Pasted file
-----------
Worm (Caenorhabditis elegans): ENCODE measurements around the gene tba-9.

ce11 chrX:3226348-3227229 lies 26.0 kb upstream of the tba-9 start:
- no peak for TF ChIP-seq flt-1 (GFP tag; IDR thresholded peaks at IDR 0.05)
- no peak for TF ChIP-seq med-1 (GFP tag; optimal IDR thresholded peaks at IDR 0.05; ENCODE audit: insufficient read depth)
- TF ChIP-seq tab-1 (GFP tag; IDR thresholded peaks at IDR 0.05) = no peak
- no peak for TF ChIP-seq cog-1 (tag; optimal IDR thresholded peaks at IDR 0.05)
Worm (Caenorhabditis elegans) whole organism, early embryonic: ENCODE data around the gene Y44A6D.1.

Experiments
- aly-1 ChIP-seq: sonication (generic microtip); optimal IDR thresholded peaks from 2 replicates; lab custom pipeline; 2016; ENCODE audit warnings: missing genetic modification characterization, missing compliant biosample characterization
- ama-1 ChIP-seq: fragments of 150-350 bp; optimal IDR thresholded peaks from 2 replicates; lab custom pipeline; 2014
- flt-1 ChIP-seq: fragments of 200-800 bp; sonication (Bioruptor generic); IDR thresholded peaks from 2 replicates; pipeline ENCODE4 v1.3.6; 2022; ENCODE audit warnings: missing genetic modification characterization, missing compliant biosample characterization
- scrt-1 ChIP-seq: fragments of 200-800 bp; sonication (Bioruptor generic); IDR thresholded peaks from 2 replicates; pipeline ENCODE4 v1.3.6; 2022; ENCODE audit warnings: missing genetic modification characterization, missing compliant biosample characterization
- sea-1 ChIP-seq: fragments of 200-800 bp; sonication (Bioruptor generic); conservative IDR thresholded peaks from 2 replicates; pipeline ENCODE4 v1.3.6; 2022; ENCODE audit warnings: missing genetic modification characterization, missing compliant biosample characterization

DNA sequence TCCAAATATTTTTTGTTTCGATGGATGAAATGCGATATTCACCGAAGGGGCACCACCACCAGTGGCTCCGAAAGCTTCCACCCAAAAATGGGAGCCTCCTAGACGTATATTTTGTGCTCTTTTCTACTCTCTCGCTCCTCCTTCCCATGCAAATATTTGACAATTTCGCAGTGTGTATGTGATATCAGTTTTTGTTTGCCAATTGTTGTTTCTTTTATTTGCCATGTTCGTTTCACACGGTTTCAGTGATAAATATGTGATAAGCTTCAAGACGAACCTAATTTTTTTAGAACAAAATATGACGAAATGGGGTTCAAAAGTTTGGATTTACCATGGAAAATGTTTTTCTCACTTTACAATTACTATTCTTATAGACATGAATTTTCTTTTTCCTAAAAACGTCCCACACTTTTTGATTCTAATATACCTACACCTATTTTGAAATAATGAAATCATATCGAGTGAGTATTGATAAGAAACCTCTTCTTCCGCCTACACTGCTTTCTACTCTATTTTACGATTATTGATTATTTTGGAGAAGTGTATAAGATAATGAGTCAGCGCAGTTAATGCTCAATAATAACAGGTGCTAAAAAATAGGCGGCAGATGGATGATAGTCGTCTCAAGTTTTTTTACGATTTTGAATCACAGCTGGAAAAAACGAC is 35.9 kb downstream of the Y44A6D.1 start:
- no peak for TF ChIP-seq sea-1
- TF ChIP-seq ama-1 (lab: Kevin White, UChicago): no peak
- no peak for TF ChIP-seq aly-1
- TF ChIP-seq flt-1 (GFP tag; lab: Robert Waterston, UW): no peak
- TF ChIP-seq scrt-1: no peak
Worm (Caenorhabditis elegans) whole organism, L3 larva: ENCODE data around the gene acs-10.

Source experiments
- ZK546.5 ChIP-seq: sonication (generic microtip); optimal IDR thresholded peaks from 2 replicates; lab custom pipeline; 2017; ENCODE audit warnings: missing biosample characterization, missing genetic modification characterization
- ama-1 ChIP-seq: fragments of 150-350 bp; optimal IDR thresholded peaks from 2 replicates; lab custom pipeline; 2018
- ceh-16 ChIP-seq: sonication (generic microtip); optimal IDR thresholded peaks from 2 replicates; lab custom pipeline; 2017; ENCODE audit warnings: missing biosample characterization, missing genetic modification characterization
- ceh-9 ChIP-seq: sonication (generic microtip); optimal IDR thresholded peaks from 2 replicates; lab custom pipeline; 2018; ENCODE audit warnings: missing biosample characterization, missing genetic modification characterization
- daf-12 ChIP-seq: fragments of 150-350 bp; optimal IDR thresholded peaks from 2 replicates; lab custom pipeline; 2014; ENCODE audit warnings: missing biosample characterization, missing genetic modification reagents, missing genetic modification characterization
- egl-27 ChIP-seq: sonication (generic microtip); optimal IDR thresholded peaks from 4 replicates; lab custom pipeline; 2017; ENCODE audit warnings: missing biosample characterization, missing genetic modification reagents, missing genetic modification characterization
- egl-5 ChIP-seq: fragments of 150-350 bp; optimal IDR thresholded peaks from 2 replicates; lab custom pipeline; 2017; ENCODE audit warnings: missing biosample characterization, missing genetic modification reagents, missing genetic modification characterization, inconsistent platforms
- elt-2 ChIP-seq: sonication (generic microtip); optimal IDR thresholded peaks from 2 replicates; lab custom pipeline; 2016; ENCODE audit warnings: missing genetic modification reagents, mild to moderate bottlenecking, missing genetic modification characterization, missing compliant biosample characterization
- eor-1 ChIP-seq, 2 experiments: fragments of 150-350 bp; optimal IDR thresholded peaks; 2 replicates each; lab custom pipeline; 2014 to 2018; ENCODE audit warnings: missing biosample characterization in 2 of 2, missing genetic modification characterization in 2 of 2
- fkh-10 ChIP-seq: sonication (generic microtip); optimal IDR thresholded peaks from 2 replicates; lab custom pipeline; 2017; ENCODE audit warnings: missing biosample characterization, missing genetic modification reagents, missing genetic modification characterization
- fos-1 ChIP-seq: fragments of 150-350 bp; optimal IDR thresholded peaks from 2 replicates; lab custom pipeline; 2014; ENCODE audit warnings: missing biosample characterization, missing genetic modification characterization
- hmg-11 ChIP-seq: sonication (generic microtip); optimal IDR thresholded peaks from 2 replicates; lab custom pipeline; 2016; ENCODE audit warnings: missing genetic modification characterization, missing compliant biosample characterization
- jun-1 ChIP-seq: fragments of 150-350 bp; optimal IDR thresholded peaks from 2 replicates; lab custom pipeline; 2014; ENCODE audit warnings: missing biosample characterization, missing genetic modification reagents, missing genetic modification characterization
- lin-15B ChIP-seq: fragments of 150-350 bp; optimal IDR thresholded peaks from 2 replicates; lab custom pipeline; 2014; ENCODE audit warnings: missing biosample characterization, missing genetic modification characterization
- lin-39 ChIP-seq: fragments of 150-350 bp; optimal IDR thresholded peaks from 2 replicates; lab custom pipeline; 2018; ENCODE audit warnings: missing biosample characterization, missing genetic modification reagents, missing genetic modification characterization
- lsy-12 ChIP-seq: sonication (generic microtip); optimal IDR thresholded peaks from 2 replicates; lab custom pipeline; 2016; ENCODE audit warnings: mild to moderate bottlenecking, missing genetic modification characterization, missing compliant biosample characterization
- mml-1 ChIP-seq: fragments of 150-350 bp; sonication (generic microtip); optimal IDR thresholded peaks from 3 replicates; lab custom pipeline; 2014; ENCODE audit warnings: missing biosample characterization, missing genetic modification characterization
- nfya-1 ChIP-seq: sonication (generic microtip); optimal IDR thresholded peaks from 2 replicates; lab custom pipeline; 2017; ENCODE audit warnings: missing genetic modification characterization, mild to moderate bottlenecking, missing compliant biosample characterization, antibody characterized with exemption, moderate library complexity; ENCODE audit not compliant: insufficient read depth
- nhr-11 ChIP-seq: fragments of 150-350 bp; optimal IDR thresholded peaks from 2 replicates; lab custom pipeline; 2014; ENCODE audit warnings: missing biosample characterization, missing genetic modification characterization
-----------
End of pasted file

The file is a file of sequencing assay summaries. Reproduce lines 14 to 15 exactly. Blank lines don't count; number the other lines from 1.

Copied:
DNA sequence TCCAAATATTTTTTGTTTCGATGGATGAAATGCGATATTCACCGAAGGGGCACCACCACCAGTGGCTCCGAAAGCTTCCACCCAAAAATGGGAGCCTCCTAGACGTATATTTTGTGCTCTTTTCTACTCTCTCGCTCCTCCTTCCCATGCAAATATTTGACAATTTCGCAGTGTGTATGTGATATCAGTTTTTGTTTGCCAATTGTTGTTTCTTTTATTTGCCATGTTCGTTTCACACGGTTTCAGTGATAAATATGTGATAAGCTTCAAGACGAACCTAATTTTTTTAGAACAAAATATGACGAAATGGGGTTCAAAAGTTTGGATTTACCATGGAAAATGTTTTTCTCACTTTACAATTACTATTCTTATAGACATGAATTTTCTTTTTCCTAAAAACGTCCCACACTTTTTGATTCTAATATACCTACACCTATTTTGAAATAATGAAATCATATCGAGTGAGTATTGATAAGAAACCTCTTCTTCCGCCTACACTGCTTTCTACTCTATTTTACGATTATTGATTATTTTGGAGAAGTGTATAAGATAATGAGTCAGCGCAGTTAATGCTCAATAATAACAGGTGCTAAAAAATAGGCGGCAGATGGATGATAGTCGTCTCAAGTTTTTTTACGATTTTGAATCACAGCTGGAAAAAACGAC is 35.9 kb downstream of the Y44A6D.1 start:
- no peak for TF ChIP-seq sea-1